Police departments around the nation have begun equipping officers with the cameras, with encouragement from the Obama administration, which has asked Congress for increased funding for the cameras, notes NBC.

A day after Lynch announced the program, the Democratic National Committee at its quarterly meeting on Saturday in San Francisco, Calif., supported the program and passed a resolution calling for reform of the criminal justice system and community investment.

“[S]ince Michael Brown was killed in Ferguson, we have witnessed over a dozen high profile officer-involved shooting cases and the loss of dozens more unarmed black men and women whose names we do not see in headlines or hashtags,” the resolution reads in part. “We can no longer endure the pain, heartbreak and destruction.”

article by Lynette Holloway via theroot.com

Los Angeles to Buy 7,000 Body Cameras for Police Officers

Los Angeles Mayor Eric Garcetti announced Tuesday that the city would purchase 7,000 body cameras for police officers in an effort to increase transparency.

Body cameras for officers have become a major issue in the wake of the shooting of unarmed black 18-year-old Michael Brown by a Ferguson, Mo., police officer and the conflicting accounts of what happened.

At a news conference, Garcetti said the cameras “are not a panacea, but they are a critical part of the formula. They’re a great step forward.”

“The trust between a community and its police department can be eroded in a single moment,” Garcetti said. “Trust is built on transparency.”

Advocates say the cameras will be a valuable tool for the department. The ability to record audio and video of police encounters with the public, they say, could help guard against officer misconduct and clear cops falsely accused of wrongdoing.

Steve Soboroff, president of the Police Commission, has spent months raising private money to outfit officers with on-body cameras. He said the mayor’s plan would supplement the contract the LAPD was already negotiating with the camera vendor, eventually bringing more cameras to officers on the streets.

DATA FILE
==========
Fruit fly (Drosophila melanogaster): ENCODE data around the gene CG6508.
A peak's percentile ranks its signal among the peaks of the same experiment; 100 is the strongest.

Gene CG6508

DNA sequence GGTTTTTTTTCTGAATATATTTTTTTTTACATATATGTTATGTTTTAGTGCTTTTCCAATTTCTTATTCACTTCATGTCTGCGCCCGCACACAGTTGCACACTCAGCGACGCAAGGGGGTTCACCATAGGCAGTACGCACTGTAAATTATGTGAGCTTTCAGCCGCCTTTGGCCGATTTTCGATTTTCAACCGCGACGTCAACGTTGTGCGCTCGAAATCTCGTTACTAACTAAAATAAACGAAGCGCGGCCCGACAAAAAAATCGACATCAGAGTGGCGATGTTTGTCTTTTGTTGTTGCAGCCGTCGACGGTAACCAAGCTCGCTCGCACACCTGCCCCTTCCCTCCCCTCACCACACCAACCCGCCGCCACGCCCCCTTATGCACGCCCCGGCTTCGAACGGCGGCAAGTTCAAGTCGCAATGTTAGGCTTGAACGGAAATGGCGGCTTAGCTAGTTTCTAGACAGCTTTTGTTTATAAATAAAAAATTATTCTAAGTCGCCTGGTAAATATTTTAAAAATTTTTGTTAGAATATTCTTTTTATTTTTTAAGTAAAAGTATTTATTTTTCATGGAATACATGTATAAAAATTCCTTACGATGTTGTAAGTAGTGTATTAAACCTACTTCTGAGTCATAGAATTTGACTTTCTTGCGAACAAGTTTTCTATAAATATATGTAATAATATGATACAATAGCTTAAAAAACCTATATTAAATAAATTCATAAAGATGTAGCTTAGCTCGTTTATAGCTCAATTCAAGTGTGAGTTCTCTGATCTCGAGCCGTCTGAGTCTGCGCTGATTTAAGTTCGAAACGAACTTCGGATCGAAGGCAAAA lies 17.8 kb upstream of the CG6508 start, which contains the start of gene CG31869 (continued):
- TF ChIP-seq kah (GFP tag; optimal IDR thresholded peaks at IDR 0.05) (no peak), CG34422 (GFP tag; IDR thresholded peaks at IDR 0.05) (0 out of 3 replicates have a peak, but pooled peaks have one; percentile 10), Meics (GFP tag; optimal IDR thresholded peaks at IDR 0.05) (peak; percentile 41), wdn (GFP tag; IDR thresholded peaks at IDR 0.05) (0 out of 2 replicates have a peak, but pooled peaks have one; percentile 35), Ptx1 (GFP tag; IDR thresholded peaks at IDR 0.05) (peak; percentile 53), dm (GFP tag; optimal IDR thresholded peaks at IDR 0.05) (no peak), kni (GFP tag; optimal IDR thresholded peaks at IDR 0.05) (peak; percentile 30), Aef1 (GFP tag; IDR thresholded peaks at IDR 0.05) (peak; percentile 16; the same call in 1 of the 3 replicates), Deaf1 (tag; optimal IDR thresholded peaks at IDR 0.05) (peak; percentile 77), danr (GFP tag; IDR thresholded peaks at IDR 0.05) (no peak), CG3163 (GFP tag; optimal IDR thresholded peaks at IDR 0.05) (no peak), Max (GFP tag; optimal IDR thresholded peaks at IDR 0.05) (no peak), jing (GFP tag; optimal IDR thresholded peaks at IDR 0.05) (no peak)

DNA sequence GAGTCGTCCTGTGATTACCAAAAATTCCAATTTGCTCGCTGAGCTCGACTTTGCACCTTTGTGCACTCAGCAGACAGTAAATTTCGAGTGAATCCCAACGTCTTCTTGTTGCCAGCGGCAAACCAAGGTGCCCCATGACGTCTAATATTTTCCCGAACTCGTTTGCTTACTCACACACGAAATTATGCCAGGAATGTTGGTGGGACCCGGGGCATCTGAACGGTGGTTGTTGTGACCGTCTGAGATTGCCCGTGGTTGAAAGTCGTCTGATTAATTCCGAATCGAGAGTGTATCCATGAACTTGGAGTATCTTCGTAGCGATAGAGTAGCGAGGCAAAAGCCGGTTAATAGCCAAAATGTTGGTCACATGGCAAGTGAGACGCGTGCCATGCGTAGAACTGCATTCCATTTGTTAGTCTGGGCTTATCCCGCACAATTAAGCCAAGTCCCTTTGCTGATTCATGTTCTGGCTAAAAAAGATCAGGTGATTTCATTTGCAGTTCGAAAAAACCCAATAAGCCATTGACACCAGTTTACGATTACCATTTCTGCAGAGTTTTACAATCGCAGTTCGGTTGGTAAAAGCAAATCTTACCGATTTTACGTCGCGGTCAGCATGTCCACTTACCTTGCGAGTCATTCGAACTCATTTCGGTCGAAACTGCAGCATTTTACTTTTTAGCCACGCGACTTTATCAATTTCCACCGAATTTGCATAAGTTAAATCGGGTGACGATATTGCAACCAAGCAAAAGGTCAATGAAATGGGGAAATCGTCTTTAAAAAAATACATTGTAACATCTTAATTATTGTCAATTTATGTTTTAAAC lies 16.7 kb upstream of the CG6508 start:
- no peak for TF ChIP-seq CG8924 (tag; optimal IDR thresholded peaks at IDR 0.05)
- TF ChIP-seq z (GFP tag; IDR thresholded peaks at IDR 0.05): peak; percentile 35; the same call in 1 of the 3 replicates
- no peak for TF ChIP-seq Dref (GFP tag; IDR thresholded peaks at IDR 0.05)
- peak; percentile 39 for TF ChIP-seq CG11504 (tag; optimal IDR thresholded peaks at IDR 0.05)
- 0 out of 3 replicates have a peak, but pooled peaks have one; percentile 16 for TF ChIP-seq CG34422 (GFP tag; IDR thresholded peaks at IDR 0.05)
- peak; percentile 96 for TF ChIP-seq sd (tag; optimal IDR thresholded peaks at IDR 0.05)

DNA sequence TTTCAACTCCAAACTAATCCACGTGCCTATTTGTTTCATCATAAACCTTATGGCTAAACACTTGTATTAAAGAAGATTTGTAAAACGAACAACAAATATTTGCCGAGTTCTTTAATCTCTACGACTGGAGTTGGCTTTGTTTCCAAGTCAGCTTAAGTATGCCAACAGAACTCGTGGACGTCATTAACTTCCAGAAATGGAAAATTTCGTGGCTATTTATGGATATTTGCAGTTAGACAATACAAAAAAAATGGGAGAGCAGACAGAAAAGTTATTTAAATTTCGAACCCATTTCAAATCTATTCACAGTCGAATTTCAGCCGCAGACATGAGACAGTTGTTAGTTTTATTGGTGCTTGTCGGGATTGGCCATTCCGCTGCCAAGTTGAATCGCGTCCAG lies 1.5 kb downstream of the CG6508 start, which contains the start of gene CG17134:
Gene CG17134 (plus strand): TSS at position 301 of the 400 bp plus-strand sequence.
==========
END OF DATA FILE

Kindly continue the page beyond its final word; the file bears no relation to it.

Screen Shot 2014-12-16 at 8.29.06 PMMore than $1 million raised through private donations will help pay for the cameras, thus avoiding City Hall budget constraints.

Soboroff called the mayor’s plan a “very big deal,” saying the LAPD’s use of the cameras could set a precedent for law enforcement agencies nationwide.

Earlier this year, the LAPD began a pilot program, testing different types of body cameras. Officers spent 90 days trying out camera equipment while department officials gathered input from the inspector general, the American Civil Liberties Union and other law enforcement agencies that have implemented the technology.

article by Richard Winton and Kate Mather via latimes.com

Michael Brown’s Parents in Atlanta To Push For Police Body Cameras

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The family of slain teen Michael Brown, who senselessly died early last month at the hands of Ferguson, Mo., police officer Darren Wilson, are now in Atlanta to kick off a nationwide effort to arm police with body cameras, according to WSB-TV.

Brown’s parents, Lesley McSpadden (pictured right) and Michael Brown Sr. (pictured), are trying to get legislation, the Michael Brown law, passed that will require officers to sport body cameras while on duty.

According to the couple, if Wilson would have been wearing the body camera, there would be no questions as to the tragic turn of events that led to their son’s murder. Wearing cameras have been associated with dramatic reductions in use of force and complaints against officers.

The couple attended a rally on Sunday that was held at a Baptist church in Atlanta. The pair reportedly felt Atlanta was a great place to start with their body camera quest, because the city’s chief of police is already on board with the body-worn camera project. At the rally, McSpadden and Brown met Jacqueline Johnson, the Mother of slain teen Kendrick, whose unusual death still has investigators baffled.

Kendrick, a 17-year-old Georgia high school student, was found dead with his body placed in a rolled-up wrestling mat at his school gymnasium. At first an investigation and autopsy deemed Johnson’s death accidental, but then his family hired a private pathologist who concluded he passed away from blunt force trauma. Johnson’s family members are reportedly convinced the teen’s death was racially motivated as he had been attacked and victimized previously by a white student.

The stop in the southern city is just the first, as McSpadden and Brown are on a tour of gratitude that began in Atlanta and will end on Thursday in Washington, D.C.

In the nation’s capital, both McSpadden and Brown plan on campaigning for the Michael Brown legislation they are hoping will get placed on the books.  The parents also want the federal government to take over the investigation of their son’s murder.

According to Benjamin Crump, the attorney who is representing both the Brown and Johnson families, Atlanta is a great place to begin their mission on getting laws passed for officers to wear body cameras, “We’re trying to make sure that this doesn’t happen to nobody else’s child, so we’re pushing for the Michael Brown laws to have body cameras on all these police officers,” he said.

article by Ruth Manuel-Logan via newsone.com